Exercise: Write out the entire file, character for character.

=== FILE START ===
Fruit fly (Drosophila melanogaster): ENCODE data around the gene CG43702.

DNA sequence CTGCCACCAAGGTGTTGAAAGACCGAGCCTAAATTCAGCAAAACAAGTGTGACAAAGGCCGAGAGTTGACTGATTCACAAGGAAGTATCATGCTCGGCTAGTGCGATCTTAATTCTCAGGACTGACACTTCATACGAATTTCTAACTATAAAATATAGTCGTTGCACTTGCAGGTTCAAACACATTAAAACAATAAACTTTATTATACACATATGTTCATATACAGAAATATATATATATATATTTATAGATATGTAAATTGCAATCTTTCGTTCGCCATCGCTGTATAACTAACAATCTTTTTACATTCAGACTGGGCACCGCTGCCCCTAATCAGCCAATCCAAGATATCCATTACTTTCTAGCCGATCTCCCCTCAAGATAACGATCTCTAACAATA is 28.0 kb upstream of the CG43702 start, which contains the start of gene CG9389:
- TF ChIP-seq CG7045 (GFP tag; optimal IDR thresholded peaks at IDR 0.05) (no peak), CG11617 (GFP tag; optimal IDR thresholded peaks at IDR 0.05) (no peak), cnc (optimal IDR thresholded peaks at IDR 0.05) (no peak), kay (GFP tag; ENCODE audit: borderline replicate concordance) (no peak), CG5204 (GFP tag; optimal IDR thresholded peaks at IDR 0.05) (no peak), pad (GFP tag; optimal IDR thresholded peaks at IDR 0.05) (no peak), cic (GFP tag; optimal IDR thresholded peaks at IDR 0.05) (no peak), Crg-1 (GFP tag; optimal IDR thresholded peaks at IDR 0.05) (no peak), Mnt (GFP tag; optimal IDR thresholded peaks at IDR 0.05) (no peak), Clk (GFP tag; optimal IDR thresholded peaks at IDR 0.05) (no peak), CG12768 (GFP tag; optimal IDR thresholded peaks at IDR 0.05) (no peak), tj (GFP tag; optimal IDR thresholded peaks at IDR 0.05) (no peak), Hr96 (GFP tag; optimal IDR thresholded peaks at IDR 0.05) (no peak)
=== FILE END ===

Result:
Fruit fly (Drosophila melanogaster): ENCODE data around the gene CG43702.

DNA sequence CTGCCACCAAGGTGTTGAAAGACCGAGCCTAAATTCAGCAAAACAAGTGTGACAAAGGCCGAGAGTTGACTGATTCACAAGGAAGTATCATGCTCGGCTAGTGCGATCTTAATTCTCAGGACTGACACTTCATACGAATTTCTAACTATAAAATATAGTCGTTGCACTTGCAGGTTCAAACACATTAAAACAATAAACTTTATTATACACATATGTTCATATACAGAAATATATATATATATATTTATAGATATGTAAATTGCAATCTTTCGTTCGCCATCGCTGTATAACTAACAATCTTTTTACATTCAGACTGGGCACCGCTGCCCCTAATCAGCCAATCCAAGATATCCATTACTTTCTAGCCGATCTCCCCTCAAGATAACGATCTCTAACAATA is 28.0 kb upstream of the CG43702 start, which contains the start of gene CG9389:
- TF ChIP-seq CG7045 (GFP tag; optimal IDR thresholded peaks at IDR 0.05) (no peak), CG11617 (GFP tag; optimal IDR thresholded peaks at IDR 0.05) (no peak), cnc (optimal IDR thresholded peaks at IDR 0.05) (no peak), kay (GFP tag; ENCODE audit: borderline replicate concordance) (no peak), CG5204 (GFP tag; optimal IDR thresholded peaks at IDR 0.05) (no peak), pad (GFP tag; optimal IDR thresholded peaks at IDR 0.05) (no peak), cic (GFP tag; optimal IDR thresholded peaks at IDR 0.05) (no peak), Crg-1 (GFP tag; optimal IDR thresholded peaks at IDR 0.05) (no peak), Mnt (GFP tag; optimal IDR thresholded peaks at IDR 0.05) (no peak), Clk (GFP tag; optimal IDR thresholded peaks at IDR 0.05) (no peak), CG12768 (GFP tag; optimal IDR thresholded peaks at IDR 0.05) (no peak), tj (GFP tag; optimal IDR thresholded peaks at IDR 0.05) (no peak), Hr96 (GFP tag; optimal IDR thresholded peaks at IDR 0.05) (no peak)